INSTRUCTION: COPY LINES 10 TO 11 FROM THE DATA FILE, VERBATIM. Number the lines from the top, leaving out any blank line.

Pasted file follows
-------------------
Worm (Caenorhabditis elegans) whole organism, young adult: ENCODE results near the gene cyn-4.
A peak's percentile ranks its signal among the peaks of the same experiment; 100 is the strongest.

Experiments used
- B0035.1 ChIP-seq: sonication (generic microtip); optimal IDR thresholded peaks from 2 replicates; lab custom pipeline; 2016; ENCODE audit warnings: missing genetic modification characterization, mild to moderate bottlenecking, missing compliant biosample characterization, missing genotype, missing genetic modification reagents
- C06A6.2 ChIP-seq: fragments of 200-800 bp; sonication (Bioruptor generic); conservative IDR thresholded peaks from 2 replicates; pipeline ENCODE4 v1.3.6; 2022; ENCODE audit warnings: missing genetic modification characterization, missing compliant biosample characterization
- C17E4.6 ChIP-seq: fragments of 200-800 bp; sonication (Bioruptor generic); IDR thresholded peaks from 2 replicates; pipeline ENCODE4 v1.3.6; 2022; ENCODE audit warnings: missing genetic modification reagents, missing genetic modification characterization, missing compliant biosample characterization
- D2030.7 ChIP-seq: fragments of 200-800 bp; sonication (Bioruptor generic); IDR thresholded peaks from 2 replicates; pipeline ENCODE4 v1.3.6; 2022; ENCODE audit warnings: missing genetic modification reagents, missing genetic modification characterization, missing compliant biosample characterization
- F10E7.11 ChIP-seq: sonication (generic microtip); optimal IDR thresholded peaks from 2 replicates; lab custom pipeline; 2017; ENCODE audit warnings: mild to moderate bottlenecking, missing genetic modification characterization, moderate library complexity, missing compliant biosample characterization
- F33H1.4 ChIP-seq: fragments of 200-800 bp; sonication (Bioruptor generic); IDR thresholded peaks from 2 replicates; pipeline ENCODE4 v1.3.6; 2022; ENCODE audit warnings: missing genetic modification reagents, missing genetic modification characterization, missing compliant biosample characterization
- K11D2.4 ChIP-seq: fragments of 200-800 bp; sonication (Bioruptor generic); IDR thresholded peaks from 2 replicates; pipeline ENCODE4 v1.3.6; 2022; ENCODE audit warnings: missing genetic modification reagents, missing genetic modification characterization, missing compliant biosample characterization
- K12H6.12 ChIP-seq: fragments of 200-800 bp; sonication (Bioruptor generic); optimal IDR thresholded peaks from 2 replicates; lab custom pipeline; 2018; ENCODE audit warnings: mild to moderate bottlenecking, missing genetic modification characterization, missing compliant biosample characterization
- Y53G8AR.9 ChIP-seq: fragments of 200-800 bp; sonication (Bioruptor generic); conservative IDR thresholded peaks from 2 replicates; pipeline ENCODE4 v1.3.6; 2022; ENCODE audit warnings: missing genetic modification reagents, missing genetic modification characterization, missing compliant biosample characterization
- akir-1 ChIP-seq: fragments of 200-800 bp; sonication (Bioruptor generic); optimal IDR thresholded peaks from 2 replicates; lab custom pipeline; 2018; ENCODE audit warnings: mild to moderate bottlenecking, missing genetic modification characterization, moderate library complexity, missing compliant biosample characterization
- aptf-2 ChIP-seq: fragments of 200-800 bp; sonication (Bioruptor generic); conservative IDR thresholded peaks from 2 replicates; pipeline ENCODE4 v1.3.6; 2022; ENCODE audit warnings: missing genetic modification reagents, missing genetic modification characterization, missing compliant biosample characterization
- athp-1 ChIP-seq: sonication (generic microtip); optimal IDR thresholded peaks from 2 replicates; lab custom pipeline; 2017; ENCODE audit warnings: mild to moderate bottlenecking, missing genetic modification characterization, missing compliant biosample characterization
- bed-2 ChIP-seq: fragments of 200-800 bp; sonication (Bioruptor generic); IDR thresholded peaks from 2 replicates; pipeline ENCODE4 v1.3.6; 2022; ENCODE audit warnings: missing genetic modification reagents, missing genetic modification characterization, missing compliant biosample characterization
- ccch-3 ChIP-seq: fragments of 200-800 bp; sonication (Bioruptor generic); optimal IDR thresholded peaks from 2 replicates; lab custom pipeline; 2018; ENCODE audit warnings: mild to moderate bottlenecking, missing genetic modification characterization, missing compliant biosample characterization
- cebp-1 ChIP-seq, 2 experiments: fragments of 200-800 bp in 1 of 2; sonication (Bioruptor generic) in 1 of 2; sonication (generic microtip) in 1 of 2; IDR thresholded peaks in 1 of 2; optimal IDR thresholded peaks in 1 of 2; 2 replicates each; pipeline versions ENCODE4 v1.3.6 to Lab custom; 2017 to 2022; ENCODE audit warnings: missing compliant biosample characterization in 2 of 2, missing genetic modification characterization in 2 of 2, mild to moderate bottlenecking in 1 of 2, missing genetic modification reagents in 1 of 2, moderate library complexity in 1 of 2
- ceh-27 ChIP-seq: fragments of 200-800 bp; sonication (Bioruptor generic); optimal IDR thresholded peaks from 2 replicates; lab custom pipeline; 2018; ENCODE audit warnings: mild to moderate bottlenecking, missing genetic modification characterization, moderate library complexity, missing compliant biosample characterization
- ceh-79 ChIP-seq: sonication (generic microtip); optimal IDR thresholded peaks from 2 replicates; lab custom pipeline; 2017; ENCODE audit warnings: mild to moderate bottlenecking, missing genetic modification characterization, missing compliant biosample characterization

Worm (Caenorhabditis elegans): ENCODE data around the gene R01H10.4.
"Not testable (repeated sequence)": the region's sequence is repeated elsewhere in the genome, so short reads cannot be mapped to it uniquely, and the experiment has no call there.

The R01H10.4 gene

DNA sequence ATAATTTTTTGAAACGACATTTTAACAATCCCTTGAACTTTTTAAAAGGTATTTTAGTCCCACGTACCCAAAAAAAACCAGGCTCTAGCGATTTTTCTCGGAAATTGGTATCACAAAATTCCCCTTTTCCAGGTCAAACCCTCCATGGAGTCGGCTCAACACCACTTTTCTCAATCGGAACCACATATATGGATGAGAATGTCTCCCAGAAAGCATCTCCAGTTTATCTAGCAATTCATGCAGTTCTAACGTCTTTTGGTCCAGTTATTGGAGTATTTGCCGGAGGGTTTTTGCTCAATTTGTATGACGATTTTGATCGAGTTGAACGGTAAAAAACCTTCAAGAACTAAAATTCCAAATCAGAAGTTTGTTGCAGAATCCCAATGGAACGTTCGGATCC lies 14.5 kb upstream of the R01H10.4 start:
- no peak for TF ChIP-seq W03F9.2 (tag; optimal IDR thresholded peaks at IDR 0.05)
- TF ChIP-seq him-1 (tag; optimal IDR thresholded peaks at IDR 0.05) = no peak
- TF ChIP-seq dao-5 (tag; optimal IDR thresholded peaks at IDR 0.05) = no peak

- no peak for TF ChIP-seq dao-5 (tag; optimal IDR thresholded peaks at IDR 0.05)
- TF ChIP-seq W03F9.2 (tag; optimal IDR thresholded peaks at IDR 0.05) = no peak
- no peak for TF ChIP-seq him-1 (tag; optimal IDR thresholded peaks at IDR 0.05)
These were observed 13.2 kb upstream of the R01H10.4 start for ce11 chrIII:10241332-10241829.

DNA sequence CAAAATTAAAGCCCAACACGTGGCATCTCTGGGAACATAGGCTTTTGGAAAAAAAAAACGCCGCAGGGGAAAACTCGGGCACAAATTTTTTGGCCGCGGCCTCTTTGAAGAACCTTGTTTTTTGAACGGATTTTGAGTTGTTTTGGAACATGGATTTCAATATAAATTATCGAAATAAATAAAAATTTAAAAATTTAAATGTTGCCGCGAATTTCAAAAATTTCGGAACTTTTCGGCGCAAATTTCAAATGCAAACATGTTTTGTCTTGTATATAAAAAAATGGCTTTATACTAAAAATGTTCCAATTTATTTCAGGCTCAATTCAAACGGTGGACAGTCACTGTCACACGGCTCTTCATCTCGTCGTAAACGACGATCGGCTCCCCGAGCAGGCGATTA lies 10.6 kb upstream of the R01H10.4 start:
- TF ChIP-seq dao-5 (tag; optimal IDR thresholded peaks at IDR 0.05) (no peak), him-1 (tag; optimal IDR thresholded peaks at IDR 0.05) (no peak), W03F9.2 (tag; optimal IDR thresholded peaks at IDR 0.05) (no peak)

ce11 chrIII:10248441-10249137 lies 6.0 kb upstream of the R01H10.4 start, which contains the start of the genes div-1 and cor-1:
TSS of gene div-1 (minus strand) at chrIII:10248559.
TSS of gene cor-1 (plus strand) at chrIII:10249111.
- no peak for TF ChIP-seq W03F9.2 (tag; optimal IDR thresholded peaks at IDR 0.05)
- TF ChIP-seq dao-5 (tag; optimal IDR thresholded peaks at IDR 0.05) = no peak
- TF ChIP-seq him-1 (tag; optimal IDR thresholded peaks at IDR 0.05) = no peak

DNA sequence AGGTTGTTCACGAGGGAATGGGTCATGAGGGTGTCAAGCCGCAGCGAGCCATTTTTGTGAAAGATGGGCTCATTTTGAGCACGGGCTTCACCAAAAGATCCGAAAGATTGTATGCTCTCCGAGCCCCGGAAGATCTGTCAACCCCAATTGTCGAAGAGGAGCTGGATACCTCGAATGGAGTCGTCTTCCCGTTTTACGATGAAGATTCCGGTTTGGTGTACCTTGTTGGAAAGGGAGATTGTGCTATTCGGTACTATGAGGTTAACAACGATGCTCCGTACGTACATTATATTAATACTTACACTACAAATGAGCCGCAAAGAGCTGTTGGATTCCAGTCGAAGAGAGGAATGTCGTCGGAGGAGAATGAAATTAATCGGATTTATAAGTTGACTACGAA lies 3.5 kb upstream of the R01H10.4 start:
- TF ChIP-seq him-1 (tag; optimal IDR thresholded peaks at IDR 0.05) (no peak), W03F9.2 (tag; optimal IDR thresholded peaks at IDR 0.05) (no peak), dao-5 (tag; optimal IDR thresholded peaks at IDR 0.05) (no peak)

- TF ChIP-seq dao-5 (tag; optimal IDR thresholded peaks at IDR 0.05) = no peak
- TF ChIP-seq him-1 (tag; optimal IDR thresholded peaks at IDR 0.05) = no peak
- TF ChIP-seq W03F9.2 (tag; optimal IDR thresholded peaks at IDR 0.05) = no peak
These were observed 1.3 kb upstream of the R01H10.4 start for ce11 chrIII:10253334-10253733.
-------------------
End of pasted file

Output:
- K11D2.4 ChIP-seq: fragments of 200-800 bp; sonication (Bioruptor generic); IDR thresholded peaks from 2 replicates; pipeline ENCODE4 v1.3.6; 2022; ENCODE audit warnings: missing genetic modification reagents, missing genetic modification characterization, missing compliant biosample characterization
- K12H6.12 ChIP-seq: fragments of 200-800 bp; sonication (Bioruptor generic); optimal IDR thresholded peaks from 2 replicates; lab custom pipeline; 2018; ENCODE audit warnings: mild to moderate bottlenecking, missing genetic modification characterization, missing compliant biosample characterization